Processing Tragedy – Resources for Families

Responding to Tragedy – Resources for Families

**a re-post from something I sent out to the parents of our church when Newtown happened**

Mr Rogers Look for the Helpers


(This picture of Mr. Rogers was posted here on Huffington Post today)

Dear Parent(s) & Guardian(s),

I’m sure you have all heard the news of today’s unbelievable tragedy in Boston today. I don’t wish to burden you with more, but have come across a few resources I believe may be helpful as you process this event as a family.

A few suggestions:

  • Limit children’s intake of news coverage. It is important for them to know what happened, but not to be flooded with images that can add to their fear, confusion, and (in some cases) vicarious trauma.
  • Listen and create space for children to process. They will have a lot of questions, and you won’t have a lot of answers, but its important to hear them and help them articulate their thoughts. For some kids who aren’t verbal, even drawing pictures of how they’re feeling or what they’re thinking can be helpful.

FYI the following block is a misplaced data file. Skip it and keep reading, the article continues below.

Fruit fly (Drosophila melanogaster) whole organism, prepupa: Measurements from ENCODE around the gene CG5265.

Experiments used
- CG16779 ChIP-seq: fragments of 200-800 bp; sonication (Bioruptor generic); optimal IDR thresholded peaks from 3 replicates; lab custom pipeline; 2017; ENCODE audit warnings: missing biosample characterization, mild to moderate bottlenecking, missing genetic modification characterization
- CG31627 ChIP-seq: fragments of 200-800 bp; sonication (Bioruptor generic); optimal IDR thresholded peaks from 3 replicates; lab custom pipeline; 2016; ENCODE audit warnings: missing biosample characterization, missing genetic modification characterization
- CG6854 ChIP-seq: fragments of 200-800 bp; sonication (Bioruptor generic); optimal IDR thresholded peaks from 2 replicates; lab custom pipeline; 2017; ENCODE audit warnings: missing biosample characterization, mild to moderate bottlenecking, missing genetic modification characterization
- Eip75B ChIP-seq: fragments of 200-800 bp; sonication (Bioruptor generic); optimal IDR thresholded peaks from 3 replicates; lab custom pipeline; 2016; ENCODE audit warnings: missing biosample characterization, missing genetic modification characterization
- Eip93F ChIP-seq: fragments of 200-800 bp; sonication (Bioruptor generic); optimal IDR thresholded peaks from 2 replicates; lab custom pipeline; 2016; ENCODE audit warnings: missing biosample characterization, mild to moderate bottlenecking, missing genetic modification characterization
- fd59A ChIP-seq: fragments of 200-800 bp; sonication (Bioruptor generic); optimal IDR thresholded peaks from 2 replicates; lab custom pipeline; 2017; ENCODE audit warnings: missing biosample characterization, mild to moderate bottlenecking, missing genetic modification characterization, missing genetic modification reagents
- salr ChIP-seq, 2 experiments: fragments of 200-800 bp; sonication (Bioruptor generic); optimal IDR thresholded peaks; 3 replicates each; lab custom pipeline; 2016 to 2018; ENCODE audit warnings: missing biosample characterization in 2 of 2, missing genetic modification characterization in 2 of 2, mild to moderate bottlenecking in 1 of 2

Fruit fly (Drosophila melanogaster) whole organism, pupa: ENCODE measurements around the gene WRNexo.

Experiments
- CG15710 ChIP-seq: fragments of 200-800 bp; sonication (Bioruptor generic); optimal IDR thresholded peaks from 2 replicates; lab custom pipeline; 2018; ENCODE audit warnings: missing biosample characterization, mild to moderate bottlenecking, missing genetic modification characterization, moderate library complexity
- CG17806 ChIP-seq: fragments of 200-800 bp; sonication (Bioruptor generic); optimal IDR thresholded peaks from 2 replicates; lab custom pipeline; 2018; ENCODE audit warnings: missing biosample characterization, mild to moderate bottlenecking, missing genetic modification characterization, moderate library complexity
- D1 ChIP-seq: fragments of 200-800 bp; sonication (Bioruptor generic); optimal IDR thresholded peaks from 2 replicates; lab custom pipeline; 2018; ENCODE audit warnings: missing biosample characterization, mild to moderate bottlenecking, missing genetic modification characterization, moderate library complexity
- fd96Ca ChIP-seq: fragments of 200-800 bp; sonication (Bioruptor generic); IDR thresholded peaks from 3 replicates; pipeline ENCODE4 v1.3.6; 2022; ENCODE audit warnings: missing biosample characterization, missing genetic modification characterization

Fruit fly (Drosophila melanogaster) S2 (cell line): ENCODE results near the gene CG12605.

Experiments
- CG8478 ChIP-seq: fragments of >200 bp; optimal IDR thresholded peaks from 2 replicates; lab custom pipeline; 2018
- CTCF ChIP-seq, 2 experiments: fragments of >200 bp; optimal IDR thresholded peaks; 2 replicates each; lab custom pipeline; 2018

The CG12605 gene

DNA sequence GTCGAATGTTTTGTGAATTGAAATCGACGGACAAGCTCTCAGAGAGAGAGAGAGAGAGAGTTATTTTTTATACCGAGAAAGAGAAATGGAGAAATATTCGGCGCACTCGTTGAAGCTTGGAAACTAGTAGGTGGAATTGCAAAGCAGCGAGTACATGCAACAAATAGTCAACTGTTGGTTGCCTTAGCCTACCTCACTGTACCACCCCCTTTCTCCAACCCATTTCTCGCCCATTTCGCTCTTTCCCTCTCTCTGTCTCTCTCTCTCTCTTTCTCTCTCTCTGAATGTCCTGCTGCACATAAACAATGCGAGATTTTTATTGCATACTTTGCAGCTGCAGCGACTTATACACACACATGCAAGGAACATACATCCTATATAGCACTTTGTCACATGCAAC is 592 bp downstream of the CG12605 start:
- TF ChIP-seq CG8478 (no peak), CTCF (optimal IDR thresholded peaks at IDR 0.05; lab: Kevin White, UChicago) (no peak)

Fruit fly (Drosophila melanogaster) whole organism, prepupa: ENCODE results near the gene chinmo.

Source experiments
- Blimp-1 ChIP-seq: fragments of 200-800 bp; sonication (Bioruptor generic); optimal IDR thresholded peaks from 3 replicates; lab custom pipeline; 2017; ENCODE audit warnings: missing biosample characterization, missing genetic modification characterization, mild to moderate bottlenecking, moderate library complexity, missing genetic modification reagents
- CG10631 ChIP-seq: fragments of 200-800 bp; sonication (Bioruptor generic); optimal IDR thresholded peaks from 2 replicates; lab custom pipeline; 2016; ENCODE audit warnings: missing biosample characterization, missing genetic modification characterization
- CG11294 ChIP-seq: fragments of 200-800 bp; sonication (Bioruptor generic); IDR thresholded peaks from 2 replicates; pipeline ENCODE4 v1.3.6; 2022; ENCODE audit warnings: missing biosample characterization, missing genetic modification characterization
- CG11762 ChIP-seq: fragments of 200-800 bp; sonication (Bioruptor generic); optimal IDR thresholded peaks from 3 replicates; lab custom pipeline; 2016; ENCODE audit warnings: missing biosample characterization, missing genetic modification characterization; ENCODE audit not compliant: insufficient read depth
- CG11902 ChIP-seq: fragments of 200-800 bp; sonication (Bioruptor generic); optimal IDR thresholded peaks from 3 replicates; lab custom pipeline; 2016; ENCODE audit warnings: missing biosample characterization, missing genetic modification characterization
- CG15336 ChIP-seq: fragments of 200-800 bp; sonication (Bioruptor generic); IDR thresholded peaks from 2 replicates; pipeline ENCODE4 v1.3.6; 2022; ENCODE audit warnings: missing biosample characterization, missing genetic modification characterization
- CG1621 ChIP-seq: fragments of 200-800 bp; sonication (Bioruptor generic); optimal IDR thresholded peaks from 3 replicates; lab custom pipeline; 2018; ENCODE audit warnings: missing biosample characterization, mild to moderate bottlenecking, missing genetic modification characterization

• Do anything necessary to make them feel safe & loved. They might want to sleep in your bed, even though they haven’t for years – that’s okay right now.
  • Check out these helpful guidelines from the National Association of School Psychologists.

On this difficult and dark day, may we be comforted by God’s presence as we wait, as we cry, as we grieve, as we anger, as we ask questions which have no answers…knowing that God cries, grieves, angers, and asks questions today, too.

If there is anything I can do to care for you or your children during this time, please don’t hesitate to contact me at the number below.

Much love,


Place Matters

Spaces are really important to me, because given some love and intentionality they become places. And places are where the kingdom of God happens.

Each time I have transitioned to a new community of students, its been really important to me to feel like students are comfortable and at home in their meeting space, whatever that looks like.

Or maybe its just me, and I can’t stand trying to talk about life or pray or tell stories under fluorescent lights. Fluorescent lights are the WORST. I feel quite strongly about it.